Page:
Thursday, December 22, 2011

...scanning for tomorrow

By kay.e.strong


I’m an avid scanner, a skill honed while attending the futures program at the U of Houston.  Scanning is not a duplication task but rather an exploratory one. One designed to provide clues about the potential shape of the more distant tomorrow.  In the spirit of sharing, I offer a glance into how our tomorrow is shaping up.

Launched in 2009 as a nonprofit organization by Shai Reshef, University of the People (UoPeople) is the world’s first tuition-free online academic institution dedicated to the global advancement and democratization of higher education. The high-quality low-cost global educational model embraces the worldwide presence of the Internet and dropping technology costs to bring university-level studies within reach of millions of people across the world. With the support of respected academics, humanitarians and other visionaries, the UoPeople student body represents a new wave in global education. <http://www.uopeople.org/ >

Can you image the impact of engaging the creative potential of 7 billion minds!

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Lumus is showing off a pair of light, wearable HD video glasses that will allow you to interact with the world via augmented reality. It is forecast that wearable displays will replace hand-held screens like iPads or laptops.  < http://techcrunch.com/2011/12/13/heads-up-lumus-shows-off-720p-see-through-video-glasses/ >

With data chips embedded in products, animals and surfaces, imagine information overload on steroids bombarding your eyeballs!

And if you can't afford the video glasses, no problem!  The cell phone hologram is on IBM’s list of the Next Five in Five years. Merging 3D technology into the cell phones will enable projection of life size holograms of friends talking and moving in real time on any surface.  < http://www.computerworld.com/s/article/920140/Holograms_on_cell_phones_coming_in_five_years_IBM_predicts >

If I send my hologram, do you think students will know the difference in my 8 AM class?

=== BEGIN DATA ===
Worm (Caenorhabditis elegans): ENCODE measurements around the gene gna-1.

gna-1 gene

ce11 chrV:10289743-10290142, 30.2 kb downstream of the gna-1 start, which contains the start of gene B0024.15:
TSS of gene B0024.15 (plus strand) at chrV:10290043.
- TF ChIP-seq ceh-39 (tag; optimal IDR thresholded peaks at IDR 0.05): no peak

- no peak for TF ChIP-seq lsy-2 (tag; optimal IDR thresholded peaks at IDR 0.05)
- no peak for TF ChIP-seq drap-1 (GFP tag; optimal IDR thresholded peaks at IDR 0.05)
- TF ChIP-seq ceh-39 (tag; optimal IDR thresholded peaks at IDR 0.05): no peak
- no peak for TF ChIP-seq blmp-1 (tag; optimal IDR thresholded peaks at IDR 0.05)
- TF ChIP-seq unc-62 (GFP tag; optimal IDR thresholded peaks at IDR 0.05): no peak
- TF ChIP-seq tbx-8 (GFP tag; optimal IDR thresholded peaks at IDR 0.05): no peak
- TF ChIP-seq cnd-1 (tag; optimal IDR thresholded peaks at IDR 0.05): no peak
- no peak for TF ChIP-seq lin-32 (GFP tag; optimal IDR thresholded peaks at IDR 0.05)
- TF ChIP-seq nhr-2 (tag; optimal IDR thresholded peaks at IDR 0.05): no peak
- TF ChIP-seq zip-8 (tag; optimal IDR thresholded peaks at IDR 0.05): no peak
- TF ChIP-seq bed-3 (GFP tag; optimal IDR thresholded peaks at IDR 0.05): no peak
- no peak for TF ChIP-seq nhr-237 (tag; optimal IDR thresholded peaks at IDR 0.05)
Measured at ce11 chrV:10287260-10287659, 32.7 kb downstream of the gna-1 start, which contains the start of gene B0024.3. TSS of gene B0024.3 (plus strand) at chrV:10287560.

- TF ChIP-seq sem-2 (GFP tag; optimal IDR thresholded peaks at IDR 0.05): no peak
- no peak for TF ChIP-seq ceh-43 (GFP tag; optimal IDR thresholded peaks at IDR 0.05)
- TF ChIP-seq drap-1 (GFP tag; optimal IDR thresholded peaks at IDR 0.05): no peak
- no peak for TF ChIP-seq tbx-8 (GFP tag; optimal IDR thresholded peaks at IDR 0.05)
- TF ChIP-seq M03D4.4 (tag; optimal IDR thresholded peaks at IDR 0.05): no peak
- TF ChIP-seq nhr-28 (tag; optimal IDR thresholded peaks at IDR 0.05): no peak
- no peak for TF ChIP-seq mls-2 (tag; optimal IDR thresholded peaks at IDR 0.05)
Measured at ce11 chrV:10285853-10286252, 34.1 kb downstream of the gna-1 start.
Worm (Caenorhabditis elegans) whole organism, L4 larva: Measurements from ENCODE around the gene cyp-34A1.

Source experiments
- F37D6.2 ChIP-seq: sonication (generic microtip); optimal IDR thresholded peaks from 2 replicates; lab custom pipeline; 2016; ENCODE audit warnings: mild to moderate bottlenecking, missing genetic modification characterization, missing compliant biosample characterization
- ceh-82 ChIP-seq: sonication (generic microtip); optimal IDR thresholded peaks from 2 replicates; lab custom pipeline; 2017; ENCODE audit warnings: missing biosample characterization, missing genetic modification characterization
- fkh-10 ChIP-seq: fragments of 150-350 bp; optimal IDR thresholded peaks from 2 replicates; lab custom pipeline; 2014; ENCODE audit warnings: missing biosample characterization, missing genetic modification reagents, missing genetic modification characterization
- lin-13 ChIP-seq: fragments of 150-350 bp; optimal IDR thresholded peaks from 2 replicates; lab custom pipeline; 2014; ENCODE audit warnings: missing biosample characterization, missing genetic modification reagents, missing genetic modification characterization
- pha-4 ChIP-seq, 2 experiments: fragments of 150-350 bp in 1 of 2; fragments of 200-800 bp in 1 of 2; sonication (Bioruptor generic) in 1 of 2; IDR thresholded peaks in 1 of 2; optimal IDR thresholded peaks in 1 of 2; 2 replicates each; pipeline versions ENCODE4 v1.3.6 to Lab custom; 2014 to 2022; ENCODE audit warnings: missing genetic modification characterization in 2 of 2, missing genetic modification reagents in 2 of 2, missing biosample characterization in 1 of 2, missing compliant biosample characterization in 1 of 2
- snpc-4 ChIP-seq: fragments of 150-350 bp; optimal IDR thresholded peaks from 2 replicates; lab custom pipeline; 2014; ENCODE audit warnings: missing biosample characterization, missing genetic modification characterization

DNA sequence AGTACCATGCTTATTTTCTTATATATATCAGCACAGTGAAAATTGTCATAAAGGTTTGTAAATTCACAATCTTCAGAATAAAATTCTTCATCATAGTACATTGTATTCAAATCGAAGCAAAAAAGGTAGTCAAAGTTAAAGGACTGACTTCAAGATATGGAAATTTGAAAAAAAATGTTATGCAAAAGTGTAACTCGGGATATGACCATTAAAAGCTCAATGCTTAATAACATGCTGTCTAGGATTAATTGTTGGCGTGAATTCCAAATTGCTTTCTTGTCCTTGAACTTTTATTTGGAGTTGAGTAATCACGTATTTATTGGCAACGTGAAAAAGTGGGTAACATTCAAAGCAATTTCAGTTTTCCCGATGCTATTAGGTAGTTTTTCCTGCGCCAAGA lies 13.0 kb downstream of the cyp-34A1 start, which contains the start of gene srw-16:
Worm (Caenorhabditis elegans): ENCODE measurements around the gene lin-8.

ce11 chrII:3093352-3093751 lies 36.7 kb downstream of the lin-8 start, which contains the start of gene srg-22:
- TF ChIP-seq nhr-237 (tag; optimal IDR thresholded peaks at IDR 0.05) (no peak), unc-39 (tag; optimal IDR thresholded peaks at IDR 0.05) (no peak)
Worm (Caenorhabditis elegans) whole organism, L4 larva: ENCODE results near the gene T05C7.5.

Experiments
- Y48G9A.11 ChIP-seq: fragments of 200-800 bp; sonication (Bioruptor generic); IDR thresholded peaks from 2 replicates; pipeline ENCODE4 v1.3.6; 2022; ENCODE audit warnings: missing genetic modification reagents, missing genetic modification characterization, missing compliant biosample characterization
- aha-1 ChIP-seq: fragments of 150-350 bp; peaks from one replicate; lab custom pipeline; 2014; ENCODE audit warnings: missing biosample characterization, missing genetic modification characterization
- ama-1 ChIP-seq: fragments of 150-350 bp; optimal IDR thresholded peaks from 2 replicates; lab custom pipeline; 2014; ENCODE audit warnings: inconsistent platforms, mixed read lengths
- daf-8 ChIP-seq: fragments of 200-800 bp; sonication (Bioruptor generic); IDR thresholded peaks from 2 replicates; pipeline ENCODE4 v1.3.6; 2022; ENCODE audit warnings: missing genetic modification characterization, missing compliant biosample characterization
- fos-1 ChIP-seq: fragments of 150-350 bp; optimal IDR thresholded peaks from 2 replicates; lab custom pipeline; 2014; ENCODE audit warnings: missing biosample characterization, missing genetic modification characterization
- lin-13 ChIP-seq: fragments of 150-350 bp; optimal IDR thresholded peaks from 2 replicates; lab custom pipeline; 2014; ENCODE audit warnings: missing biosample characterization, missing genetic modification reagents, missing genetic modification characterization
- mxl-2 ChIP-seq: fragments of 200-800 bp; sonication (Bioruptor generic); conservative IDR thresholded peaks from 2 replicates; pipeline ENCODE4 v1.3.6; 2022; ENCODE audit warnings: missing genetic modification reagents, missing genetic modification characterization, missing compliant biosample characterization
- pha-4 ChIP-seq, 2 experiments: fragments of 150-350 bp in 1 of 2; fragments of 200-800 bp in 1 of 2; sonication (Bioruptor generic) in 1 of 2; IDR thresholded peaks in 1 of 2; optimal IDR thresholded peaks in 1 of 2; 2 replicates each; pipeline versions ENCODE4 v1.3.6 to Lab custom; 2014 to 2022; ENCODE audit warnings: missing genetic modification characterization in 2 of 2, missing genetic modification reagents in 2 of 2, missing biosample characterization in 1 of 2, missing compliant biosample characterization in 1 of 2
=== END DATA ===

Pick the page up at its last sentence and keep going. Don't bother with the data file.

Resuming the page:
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The U.S. Defense Advanced Projects Research Agency (DARPA) plans to put 1,000 3-D printers (rapid fabrication devices) into high schools across the United States as a way to encourage American young people to go into engineering and particularly manufacturing.
The project is one of many investments that the agency will make over the next five years to help high schoolers build STEM skills. These investments are critical to grow an educated twenty-first century workforce, says DARPA director Regina Dugan.http://www.wfs.org/content/futurist-update/futurist-update-2011-issues/november-2011-vol-12-no-11 >

The twenty-first century upgrade to shop class!  I hope they have a backup plan for containing projects gone wrong!

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Why not take a bad-news break as we wind down the year. Try some exploratory scanning of your own.  Follow up with the question “What if?” and consider the rich possibilities that tomorrow could bring. It's great calistetics for the mind and spirit.

Kay Strong, Ph.D., Southern Illinois University, M.T., University of Houston, M.A., Ohio University; Associate Professor at Baldwin-Wallace College; Areas of expertise: international economics, contemporary social-economic issues, complexity and futures-based perspectives in economics. E-mail: kstrong@bw.edu

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This blog lives under the auspices of the Department of Economics whose mission has been to hold high the lantern beaming an "economic way of thinking" onto the world. Selfishness, rationality and equilibrium have been central to the teaching of an economic way of thinking rooted in the Renaissance. And, in this regard, the department has faithfully stayed the course. The intent of this blog, thinking out loud..., however, is to entertain exchanges which may challenge the centrality of economics as we teach it.